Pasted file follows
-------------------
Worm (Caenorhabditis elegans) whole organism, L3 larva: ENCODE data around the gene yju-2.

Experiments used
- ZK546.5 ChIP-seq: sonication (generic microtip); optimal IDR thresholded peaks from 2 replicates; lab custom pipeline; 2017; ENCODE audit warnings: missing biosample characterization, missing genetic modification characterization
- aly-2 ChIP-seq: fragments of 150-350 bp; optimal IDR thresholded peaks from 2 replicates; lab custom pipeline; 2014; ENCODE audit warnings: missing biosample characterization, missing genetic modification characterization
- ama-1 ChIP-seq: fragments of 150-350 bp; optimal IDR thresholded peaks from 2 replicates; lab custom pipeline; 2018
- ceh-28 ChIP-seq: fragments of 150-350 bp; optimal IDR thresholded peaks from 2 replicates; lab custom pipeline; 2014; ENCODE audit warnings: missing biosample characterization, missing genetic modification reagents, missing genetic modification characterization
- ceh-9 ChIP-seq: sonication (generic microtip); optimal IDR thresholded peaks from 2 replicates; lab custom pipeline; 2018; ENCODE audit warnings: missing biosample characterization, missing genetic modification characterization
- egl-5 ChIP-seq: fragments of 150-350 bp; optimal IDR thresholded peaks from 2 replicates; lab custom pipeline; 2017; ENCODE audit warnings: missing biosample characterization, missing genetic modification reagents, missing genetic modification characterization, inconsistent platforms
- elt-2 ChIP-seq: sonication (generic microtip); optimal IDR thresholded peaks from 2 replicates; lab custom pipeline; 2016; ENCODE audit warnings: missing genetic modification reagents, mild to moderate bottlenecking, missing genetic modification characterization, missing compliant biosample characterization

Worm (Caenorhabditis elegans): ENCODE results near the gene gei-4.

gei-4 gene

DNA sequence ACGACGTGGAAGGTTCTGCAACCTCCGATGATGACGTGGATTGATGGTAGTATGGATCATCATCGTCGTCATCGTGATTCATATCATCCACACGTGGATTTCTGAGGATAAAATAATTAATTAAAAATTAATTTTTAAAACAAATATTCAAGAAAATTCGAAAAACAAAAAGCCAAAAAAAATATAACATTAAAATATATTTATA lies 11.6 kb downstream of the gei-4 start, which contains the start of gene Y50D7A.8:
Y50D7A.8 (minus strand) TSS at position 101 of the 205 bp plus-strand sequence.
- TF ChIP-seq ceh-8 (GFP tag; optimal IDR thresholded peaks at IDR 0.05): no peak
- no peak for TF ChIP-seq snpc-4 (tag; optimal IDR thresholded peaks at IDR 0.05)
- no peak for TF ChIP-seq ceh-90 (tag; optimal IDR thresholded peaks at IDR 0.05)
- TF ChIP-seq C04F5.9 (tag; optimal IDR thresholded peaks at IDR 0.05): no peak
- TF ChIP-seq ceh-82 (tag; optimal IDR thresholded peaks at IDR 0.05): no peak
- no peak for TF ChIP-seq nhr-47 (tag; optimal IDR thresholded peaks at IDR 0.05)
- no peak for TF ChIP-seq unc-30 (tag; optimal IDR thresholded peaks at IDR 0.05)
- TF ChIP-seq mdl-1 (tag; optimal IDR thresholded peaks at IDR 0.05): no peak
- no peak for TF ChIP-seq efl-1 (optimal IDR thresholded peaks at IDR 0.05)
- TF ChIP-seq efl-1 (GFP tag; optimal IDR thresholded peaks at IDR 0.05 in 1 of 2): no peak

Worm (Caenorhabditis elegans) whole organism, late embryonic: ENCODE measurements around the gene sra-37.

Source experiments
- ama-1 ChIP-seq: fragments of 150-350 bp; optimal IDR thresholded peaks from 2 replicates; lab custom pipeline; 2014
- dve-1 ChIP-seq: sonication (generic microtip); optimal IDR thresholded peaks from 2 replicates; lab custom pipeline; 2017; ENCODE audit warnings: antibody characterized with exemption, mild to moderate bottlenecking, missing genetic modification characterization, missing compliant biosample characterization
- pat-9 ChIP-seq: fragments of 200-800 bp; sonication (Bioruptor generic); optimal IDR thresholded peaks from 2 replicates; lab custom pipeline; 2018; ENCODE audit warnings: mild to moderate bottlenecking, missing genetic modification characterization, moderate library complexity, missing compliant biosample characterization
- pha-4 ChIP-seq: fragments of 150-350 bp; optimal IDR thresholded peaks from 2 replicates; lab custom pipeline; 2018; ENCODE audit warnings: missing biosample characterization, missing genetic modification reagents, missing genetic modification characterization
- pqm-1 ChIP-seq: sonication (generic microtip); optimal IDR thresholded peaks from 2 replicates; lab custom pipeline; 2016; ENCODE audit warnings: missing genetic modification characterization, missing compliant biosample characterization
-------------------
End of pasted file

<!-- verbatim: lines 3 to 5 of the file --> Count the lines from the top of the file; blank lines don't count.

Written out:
- ZK546.5 ChIP-seq: sonication (generic microtip); optimal IDR thresholded peaks from 2 replicates; lab custom pipeline; 2017; ENCODE audit warnings: missing biosample characterization, missing genetic modification characterization
- aly-2 ChIP-seq: fragments of 150-350 bp; optimal IDR thresholded peaks from 2 replicates; lab custom pipeline; 2014; ENCODE audit warnings: missing biosample characterization, missing genetic modification characterization
- ama-1 ChIP-seq: fragments of 150-350 bp; optimal IDR thresholded peaks from 2 replicates; lab custom pipeline; 2018